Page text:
Bharuch is the only craft pocket of Sujani weaving in Gujarat. In this process, two weavers sit at either ends and operate the loom. A shuttle of two colours is passed in the warp threads with the intention of turning the warp and the weft. While weaving, spun cotton is inserted and woven in squares.

The history of Sujuni weaving dates back to the 1860s when a Bharuch native learnt this craft form from a fellow Assamese convict in the Andaman jail and later taught it to his villagers. This meticulous technique involves two weavers per loom who place cotton between two layers of thread and weave them all together. Soft colored checks in contrast with bright colored stripes in a textured surface define the feel of the Sujuni fabric, which is both warm and durable. Around 30 artisans practice this highly skilled trade today.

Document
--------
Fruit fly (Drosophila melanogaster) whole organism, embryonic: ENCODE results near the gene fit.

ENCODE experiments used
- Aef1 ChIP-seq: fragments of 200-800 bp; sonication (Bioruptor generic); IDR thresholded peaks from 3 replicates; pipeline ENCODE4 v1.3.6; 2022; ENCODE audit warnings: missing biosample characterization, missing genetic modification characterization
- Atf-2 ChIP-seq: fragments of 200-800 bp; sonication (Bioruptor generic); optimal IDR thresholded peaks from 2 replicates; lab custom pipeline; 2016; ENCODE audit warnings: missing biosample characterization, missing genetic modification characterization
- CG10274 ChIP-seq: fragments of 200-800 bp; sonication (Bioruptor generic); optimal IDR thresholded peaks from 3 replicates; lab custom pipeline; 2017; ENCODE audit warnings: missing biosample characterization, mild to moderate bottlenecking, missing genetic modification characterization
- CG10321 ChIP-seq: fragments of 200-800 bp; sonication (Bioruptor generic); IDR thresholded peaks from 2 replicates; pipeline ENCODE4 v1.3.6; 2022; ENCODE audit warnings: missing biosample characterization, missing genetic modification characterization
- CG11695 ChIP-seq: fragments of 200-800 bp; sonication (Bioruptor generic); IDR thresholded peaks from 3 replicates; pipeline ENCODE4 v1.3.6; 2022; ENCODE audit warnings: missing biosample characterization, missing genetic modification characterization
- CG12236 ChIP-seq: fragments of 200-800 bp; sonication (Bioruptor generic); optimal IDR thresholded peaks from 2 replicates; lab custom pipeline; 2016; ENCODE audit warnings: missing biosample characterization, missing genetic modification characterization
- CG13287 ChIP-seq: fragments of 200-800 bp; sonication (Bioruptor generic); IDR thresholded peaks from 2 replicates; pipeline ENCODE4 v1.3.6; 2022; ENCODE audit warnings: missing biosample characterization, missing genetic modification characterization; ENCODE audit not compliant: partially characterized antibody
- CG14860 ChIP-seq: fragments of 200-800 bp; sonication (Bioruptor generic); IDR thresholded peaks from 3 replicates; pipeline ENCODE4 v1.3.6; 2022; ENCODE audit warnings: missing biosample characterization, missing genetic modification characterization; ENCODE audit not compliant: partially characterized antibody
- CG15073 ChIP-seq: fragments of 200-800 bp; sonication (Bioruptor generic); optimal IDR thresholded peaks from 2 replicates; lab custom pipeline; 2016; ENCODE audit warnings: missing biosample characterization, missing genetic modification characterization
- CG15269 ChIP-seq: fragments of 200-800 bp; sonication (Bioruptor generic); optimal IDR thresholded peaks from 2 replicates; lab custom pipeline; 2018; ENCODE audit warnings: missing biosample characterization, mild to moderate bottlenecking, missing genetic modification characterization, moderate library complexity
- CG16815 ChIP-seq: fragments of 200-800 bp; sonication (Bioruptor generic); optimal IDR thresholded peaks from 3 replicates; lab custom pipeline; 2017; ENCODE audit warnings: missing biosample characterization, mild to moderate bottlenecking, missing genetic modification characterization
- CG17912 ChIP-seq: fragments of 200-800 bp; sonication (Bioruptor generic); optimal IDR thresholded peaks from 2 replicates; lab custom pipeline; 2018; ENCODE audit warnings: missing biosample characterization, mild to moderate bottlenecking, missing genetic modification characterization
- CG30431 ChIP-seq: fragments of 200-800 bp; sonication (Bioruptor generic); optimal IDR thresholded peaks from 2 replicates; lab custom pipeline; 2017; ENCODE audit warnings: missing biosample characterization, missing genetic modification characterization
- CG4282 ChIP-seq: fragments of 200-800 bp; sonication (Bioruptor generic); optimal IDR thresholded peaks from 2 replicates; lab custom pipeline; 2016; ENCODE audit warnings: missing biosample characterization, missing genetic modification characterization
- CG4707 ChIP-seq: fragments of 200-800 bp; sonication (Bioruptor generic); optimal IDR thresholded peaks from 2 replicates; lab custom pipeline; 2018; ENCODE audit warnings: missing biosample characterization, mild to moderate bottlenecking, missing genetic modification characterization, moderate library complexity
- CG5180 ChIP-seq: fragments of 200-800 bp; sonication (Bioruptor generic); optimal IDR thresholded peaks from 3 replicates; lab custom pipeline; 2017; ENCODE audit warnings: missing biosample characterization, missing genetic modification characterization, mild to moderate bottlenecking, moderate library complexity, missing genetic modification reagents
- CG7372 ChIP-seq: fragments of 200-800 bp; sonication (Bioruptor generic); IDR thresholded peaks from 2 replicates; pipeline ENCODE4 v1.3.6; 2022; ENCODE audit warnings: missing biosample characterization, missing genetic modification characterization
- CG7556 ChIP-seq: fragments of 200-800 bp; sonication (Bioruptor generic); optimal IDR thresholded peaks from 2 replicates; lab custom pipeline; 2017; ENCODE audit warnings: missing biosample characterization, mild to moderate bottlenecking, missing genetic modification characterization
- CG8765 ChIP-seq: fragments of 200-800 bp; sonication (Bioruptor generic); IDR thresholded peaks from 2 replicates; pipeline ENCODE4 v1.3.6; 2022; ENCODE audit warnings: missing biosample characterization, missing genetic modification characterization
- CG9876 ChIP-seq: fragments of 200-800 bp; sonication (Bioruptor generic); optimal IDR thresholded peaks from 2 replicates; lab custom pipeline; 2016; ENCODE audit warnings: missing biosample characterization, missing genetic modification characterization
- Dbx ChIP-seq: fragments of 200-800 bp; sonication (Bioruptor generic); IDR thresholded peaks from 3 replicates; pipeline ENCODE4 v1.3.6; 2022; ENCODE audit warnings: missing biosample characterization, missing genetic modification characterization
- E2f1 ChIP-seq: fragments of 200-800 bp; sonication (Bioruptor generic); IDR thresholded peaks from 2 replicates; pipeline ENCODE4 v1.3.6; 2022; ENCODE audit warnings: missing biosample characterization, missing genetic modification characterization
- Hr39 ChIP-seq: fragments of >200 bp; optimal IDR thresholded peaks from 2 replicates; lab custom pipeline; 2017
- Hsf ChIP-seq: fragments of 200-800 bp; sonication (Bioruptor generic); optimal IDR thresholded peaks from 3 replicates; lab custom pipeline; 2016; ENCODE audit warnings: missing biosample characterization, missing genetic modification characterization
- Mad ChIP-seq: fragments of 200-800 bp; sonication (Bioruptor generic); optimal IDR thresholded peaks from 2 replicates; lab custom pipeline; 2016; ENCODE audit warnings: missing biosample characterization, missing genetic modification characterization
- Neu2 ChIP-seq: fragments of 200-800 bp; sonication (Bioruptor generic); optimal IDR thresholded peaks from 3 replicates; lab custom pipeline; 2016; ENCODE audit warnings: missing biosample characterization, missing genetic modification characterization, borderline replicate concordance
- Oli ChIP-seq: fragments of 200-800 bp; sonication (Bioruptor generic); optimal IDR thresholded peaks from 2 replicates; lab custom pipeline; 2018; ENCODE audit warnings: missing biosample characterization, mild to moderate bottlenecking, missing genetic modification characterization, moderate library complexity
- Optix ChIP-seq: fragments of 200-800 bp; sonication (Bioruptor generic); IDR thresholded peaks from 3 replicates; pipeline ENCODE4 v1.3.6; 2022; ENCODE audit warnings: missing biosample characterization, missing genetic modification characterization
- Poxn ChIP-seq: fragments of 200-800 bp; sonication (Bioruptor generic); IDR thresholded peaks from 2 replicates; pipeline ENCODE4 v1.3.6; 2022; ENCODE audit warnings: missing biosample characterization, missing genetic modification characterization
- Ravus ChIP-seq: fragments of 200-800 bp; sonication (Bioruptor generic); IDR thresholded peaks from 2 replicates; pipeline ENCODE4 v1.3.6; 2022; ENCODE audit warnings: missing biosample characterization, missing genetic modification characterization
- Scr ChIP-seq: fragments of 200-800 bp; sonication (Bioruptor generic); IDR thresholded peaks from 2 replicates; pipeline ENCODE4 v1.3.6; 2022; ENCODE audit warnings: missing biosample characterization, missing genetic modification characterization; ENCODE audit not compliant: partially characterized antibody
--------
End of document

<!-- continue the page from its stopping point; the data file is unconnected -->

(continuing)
Sujani quilt-making craft originated in Bharuch, Gujarat and has since then travelled across the globe, The quilts are known for their unique texture and patterns on the surface. When Baruch was under the Nawab empire, sujani quilts would be created with rose petals, henna petals and other leaves to provide a soft texture and exquisite fragnances. Sujani quilting with cotton is directly done with looms and requries high level of specialised skill. The process is laborious and complicated. There needs to be a honeycomb pattern that has to be made by the warp and weft threads of the fabric. Inside the honeycomb spaces cotton fibre is filled, producing checkered patterns. The weft and warp are made of colourful and vibrant colours which add to their appeal.

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